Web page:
Ceretto Speaks Out Against Liberal
The liberal New York City-based cabal, long in control of the New York State Assembly, tried to put one past state taxpayers last week, with a bill that would pump public money into campaigns and limit spending in such a way that would benefit incumbents and, by extension, themselves.
Organized protests, primarily staged by public employee unions with a vested interest in seeing liberal downstate Dems returned to office year after nauseating year, were staged in Albany urging lawmakers to pass the bill.
In the State Assembly, where Democratic New York City politicians have often provided easy targets for FBI agents trolling for public corruption cases, support for the taxpayer funding measure was strong. Assembly Speaker Sheldon Silver has long believed that the people of New York State ought to pay for everything he and his associates do.
Niagara Falls Assemblyman John Ceretto was a lonely voice opposing the measure. He voted against the Assembly’s bill for Taxpayer Funded Campaigns because it is funded by taxpayer money through the state’s General Fund.
While Ceretto said he favors competitive elections and good government reforms, this bill does not solve the problem.
There are much more pressing items that need funding before elections, most notably programs for people with developmental disabilities, he argued.
Ceretto cited federal corruption cases against four downstate Democratic lawmakers in the last four weeks and 32 others over the last seven years in his arguments, as lawmakers face the final seven weeks of their legislative session.
“If we are going to do campaign finance reform, we need to do it right. Unfortunately, this bill is modeled after the failed taxpayer funded system in New York City that has enabled widespread corruption,” Ceretto said.
His simple rhetoric managed to turn the argument from one of campaign finance reform - where Silver and the protesters wanted it - into one concerning yet another grab for power and cash by a greedy Assembly leadership.
Quite simply, Ceretto said he’s against using what he estimates would be $600 million to create a statewide system of publicly financed campaigns when schools, programs for the disabled and other needs are seeing cuts or flat spending in these hard fiscal times.
“We cannot afford this when Niagara Falls is on the verge of financial crisis, and we cannot afford this when our school districts are forced to do more with less every year,” said Ceretto. “Addressing taxpayer funded campaigns before addressing all of these problems is a classic case of misplaced priorities,” he added.
He also noted one of the most recent corruption cases involves State Sen. Malcolm Smith, a Democrat, accused of trying to bribe his way into the New York City mayoral race, where his campaign contributions could be matched 6-to-1 with public money under the city's public financing system.
“It hasn’t worked in New York City and there’s no reason to believe it would work on a statewide level either,” Ceretto told the Niagara Falls Reporter.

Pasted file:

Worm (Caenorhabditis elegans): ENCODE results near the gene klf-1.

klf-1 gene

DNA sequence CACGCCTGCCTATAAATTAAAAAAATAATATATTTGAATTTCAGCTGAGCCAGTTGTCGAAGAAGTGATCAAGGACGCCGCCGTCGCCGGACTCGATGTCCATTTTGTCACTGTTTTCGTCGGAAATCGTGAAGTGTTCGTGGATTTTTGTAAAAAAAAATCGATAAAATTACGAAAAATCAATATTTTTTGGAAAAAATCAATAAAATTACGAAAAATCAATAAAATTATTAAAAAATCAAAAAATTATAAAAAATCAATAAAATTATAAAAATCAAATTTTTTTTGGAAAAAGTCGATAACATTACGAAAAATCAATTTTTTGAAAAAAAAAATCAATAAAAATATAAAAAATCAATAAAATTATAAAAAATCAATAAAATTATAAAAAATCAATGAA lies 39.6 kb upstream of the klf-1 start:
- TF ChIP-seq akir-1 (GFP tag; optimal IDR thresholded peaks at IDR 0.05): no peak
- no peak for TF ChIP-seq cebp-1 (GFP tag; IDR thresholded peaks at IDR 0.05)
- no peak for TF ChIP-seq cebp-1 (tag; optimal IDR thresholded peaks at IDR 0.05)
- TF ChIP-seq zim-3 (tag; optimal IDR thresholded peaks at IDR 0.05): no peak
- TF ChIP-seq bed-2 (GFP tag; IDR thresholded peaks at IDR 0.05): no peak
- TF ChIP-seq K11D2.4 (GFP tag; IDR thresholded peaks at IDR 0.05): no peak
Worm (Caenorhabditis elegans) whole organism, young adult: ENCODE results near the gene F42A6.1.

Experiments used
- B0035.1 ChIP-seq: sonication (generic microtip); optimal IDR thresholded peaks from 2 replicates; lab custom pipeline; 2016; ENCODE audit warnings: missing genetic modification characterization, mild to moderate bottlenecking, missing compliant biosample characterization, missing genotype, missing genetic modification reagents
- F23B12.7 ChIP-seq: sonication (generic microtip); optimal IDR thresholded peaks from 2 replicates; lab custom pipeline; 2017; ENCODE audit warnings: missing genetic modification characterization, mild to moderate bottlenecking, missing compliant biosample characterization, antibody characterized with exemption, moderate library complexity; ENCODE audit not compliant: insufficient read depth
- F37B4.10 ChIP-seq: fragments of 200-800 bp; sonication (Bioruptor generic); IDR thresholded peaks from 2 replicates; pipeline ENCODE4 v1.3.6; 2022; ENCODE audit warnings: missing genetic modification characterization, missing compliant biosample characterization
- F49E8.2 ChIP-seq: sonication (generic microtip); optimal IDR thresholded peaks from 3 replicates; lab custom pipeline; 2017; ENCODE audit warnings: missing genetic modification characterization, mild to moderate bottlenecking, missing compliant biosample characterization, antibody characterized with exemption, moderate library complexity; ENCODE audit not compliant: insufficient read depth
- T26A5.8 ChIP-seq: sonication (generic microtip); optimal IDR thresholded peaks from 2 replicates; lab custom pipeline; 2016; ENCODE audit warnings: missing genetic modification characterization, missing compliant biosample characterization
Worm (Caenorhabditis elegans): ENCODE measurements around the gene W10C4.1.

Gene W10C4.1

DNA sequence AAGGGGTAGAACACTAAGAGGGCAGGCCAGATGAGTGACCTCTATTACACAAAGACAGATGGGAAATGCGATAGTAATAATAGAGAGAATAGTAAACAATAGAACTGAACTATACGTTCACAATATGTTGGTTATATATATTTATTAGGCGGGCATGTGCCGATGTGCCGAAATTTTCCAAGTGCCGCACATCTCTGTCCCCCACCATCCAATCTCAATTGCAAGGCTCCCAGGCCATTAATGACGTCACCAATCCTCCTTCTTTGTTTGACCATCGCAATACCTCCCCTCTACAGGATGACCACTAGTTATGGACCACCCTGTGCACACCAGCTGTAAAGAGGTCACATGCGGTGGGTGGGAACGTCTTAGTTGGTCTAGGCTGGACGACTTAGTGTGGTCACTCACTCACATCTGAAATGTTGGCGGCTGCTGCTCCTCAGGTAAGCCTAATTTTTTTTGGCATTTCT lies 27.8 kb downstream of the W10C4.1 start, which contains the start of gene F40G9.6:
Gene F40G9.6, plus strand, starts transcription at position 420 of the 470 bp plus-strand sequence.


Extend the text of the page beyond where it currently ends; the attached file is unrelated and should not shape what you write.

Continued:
More than 70 Democratic Assembly members supported public financing of state political campaigns. Most hold carefully gerrymandered seats that they can most likely keep for as long as they want,
That’s because Democrats outnumber Republicans in these districts by margins of 3- and even 6-to-1. But these liberal legislators want taxpayers to pony up tens of thousands of dollars every two years for their re-election races.
Taxpayer funded political campaigns are the dream of public-sector unions and Democratic legislators. It provides a near perfect system for keeping outside candidates from challenging Albany's business-as-usual on anything like equal ground.
Public financing would provide challengers with some money, but it would also cap overall spending. That's a huge advantage to incumbents, who benefit from name recognition from years of past campaigning.
All attempts to limit campaign spending - by utilizing public funding - favors incumbents, who enjoy postal franking privileges, media coverage and name recognition as a matter of course and are not included in spending totals.
While the public finance measure passed easily in the Assembly despite Ceretto’s opposition, it is doomed in the state Senate where neither party has a clear majority, despite Gov. Andrew Cuomo’s efforts to drum up some bipartisan support.
“Aside from concerns about where money might come from, this is clearly an effort by the entrenched liberal Democratic machine to protect its own power base,” New York State Sen. George Maziarz said. “By disguising it as ‘campaign finance reform,’ they hoped to fool the voters, but it hasn’t happened.”
These sorts of initiatives also fly in the face of the First Amendment of the United States Constitution, which ensures that all of us have freedom of speech, even when such speech involves putting your money where your mouth is.
That such measures would be backed by public employee unions and liberal Democratic politicians is not surprising. Neither group has much interest in seeing candidates elected by an informed public willing to put their own money on the line in order to ensure the return of good government here.
|Niagara Falls Reporter - Publisher Frank Parlato Jr.||www.niagarafallsreporter.com||
May 14, 2013